At least $4 billion (roughly Rs. 32,600 crore) worth of illicit crypto-assets has been laundered via various “cross-chain” technologies, which let both legitimate and illegitimate users move funds between blockchain networks, analytics firm Elliptic claims in a new report. Decentralised exchanges (DEXs), cross-chain bridges, and coin-swap services are being used for money laundering due to their extra anonymity levels. Notable recent exploits include the Axie Infinity Ronin sidechain hack, which saw over $500 million (roughly Rs. 4,100 crore) stolen, and the $100 million (roughly Rs. 800 crore) Horizon Bridge attack.
The firm clarified that while these tools usually have legitimate use cases, they are also being increasingly used to process funds linked with activities such as thefts, dark web services, mixing, scams and ponzi schemes, ransomware and others.
In its report titled "State of Cross-Chain Crime", Elliptic researchers broke down their findings for each of these blockchain tools, starting with decentralised exchanges or DEXs. Since 2020, DEXs have facilitated the movement of $1.2 billion (roughly Rs. 9,800 crore) in ill-gotten assets, Elliptic said. DEXs are protocols that let users execute buy and sell orders with the help of smart contracts. The use of DEXs by criminals is closely associated with exploits in the decentralised finance (DeFi) space and hacks of centralised exchanges, the firm reported.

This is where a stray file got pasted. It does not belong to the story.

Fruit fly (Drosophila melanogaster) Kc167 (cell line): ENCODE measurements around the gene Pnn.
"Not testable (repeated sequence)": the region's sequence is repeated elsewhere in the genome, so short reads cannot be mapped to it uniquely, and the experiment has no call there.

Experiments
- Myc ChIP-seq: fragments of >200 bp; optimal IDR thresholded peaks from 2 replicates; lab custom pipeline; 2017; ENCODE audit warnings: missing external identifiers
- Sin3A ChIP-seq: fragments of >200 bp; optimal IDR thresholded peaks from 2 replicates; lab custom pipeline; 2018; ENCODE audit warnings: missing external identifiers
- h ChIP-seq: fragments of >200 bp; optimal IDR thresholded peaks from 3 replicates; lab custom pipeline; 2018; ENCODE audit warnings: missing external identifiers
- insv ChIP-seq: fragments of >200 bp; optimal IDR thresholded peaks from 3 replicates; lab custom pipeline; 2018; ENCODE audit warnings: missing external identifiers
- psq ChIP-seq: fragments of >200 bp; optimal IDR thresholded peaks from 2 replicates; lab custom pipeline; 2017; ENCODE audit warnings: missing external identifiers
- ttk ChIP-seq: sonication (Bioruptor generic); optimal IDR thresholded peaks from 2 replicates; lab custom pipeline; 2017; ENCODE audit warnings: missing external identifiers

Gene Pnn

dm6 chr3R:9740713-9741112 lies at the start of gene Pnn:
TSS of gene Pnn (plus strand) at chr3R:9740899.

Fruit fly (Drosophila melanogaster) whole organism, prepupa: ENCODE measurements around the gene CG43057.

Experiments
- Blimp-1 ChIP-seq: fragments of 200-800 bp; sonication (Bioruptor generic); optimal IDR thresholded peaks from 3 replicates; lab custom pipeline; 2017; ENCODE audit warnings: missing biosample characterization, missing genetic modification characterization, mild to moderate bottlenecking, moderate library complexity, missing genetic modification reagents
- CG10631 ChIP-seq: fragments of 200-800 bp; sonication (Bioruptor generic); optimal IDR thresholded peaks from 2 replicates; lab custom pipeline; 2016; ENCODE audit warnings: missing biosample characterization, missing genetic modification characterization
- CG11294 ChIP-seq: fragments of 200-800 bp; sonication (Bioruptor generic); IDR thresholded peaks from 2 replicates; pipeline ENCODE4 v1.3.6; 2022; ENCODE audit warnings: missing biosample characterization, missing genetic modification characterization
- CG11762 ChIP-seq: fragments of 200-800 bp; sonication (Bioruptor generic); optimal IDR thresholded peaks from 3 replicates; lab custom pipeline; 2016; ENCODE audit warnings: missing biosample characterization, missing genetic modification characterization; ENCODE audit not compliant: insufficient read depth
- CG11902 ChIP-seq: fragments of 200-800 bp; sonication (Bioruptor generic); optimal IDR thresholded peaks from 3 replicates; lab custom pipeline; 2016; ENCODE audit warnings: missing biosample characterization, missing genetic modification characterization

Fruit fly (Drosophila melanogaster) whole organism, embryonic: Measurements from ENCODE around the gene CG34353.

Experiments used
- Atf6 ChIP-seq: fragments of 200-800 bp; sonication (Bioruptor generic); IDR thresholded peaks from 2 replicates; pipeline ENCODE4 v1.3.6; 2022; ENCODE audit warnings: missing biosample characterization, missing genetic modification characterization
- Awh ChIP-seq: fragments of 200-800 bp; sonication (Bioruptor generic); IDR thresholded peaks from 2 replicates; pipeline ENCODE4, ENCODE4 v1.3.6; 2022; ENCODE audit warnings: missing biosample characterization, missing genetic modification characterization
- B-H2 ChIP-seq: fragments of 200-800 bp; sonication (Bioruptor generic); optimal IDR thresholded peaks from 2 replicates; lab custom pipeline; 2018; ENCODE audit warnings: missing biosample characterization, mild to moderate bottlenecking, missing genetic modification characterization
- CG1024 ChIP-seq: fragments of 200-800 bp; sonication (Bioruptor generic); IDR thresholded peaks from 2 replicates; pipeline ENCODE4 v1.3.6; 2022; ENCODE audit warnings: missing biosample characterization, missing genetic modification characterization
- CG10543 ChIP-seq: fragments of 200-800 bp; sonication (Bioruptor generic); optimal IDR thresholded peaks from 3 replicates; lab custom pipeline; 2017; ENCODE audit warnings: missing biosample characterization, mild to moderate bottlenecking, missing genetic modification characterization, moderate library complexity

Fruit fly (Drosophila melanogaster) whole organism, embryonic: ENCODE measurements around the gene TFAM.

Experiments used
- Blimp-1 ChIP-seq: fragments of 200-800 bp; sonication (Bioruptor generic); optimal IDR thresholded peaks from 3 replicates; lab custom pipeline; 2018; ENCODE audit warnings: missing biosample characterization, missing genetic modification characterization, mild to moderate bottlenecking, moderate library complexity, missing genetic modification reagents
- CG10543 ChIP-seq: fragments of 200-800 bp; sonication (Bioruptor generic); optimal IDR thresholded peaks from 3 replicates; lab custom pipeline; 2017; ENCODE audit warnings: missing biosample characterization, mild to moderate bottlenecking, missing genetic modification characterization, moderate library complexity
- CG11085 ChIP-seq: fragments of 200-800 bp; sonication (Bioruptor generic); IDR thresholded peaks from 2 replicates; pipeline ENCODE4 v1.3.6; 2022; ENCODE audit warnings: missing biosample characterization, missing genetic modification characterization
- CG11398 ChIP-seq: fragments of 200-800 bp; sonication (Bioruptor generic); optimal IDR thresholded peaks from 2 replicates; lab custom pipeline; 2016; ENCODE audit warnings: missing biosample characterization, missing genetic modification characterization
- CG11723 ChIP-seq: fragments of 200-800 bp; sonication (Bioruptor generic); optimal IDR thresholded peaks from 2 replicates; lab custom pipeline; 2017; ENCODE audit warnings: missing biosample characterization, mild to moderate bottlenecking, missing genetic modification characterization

Cross-chain bridges are the second kind of tool found by Elliptic to be popular among criminals. Here, the Elliptic researchers reported that since 2020, criminals have funnelled nearly $750 million (roughly Rs. 6,100 crore) of illicit funds via cross-chain bridges, an activity referred to as “chain hopping” by Elliptic. These bridges let users transfer assets among blockchain networks.
The third tool detailed in the report is "coin swaps" or non-KYC cryptocurrency swap services. These allow users to swap assets within and across blockchains without opening an account. According to Elliptic, coin swaps are mostly advertised on Russian cybercrime forums and cater almost exclusively to a criminal audience. These account for $1.2 billion (roughly Rs. roughly Rs. 9,769 crore) in illicit transactions since 2020.
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